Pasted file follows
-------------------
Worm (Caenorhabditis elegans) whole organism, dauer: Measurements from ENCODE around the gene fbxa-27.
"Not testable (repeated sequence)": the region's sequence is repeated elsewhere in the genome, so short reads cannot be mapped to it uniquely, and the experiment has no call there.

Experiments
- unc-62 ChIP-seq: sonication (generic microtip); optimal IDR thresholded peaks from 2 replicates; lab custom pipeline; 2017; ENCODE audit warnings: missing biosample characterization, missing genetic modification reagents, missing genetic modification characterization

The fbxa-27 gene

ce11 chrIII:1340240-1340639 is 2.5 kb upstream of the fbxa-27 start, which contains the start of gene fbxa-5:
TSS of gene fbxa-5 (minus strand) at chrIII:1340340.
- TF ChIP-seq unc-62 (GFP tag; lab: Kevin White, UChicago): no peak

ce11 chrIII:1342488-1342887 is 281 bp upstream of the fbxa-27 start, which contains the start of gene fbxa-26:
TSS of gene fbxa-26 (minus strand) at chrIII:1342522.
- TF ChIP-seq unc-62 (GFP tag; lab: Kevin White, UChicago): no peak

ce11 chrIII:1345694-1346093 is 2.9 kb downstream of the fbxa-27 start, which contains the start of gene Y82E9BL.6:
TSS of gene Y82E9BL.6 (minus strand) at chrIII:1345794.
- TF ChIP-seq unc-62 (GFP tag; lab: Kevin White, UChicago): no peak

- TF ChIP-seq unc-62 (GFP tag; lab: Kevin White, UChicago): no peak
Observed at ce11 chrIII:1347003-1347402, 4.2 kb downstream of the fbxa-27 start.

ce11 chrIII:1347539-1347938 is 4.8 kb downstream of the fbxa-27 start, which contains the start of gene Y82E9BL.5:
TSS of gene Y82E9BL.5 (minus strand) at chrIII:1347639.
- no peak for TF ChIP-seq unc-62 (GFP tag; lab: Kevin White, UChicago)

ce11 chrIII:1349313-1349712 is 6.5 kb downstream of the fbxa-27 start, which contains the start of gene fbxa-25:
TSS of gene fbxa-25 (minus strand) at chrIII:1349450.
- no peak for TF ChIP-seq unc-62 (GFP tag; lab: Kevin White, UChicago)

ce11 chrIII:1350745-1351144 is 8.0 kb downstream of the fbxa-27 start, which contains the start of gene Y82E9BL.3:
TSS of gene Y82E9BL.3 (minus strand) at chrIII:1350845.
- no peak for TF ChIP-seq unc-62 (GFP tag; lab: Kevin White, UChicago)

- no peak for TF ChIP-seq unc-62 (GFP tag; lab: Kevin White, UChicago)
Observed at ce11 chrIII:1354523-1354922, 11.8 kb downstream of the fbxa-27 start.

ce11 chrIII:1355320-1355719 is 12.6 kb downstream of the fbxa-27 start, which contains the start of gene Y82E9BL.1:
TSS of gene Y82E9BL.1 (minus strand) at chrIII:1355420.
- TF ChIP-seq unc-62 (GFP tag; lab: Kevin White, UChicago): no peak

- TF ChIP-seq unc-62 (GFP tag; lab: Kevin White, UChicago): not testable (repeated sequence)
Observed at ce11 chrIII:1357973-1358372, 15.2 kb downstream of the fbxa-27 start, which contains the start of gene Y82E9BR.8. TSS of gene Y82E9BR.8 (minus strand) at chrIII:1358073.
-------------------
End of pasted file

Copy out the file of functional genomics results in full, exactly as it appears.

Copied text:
Worm (Caenorhabditis elegans) whole organism, dauer: Measurements from ENCODE around the gene fbxa-27.
"Not testable (repeated sequence)": the region's sequence is repeated elsewhere in the genome, so short reads cannot be mapped to it uniquely, and the experiment has no call there.

Experiments
- unc-62 ChIP-seq: sonication (generic microtip); optimal IDR thresholded peaks from 2 replicates; lab custom pipeline; 2017; ENCODE audit warnings: missing biosample characterization, missing genetic modification reagents, missing genetic modification characterization

The fbxa-27 gene

ce11 chrIII:1340240-1340639 is 2.5 kb upstream of the fbxa-27 start, which contains the start of gene fbxa-5:
TSS of gene fbxa-5 (minus strand) at chrIII:1340340.
- TF ChIP-seq unc-62 (GFP tag; lab: Kevin White, UChicago): no peak

ce11 chrIII:1342488-1342887 is 281 bp upstream of the fbxa-27 start, which contains the start of gene fbxa-26:
TSS of gene fbxa-26 (minus strand) at chrIII:1342522.
- TF ChIP-seq unc-62 (GFP tag; lab: Kevin White, UChicago): no peak

ce11 chrIII:1345694-1346093 is 2.9 kb downstream of the fbxa-27 start, which contains the start of gene Y82E9BL.6:
TSS of gene Y82E9BL.6 (minus strand) at chrIII:1345794.
- TF ChIP-seq unc-62 (GFP tag; lab: Kevin White, UChicago): no peak

- TF ChIP-seq unc-62 (GFP tag; lab: Kevin White, UChicago): no peak
Observed at ce11 chrIII:1347003-1347402, 4.2 kb downstream of the fbxa-27 start.

ce11 chrIII:1347539-1347938 is 4.8 kb downstream of the fbxa-27 start, which contains the start of gene Y82E9BL.5:
TSS of gene Y82E9BL.5 (minus strand) at chrIII:1347639.
- no peak for TF ChIP-seq unc-62 (GFP tag; lab: Kevin White, UChicago)

ce11 chrIII:1349313-1349712 is 6.5 kb downstream of the fbxa-27 start, which contains the start of gene fbxa-25:
TSS of gene fbxa-25 (minus strand) at chrIII:1349450.
- no peak for TF ChIP-seq unc-62 (GFP tag; lab: Kevin White, UChicago)

ce11 chrIII:1350745-1351144 is 8.0 kb downstream of the fbxa-27 start, which contains the start of gene Y82E9BL.3:
TSS of gene Y82E9BL.3 (minus strand) at chrIII:1350845.
- no peak for TF ChIP-seq unc-62 (GFP tag; lab: Kevin White, UChicago)

- no peak for TF ChIP-seq unc-62 (GFP tag; lab: Kevin White, UChicago)
Observed at ce11 chrIII:1354523-1354922, 11.8 kb downstream of the fbxa-27 start.

ce11 chrIII:1355320-1355719 is 12.6 kb downstream of the fbxa-27 start, which contains the start of gene Y82E9BL.1:
TSS of gene Y82E9BL.1 (minus strand) at chrIII:1355420.
- TF ChIP-seq unc-62 (GFP tag; lab: Kevin White, UChicago): no peak

- TF ChIP-seq unc-62 (GFP tag; lab: Kevin White, UChicago): not testable (repeated sequence)
Observed at ce11 chrIII:1357973-1358372, 15.2 kb downstream of the fbxa-27 start, which contains the start of gene Y82E9BR.8. TSS of gene Y82E9BR.8 (minus strand) at chrIII:1358073.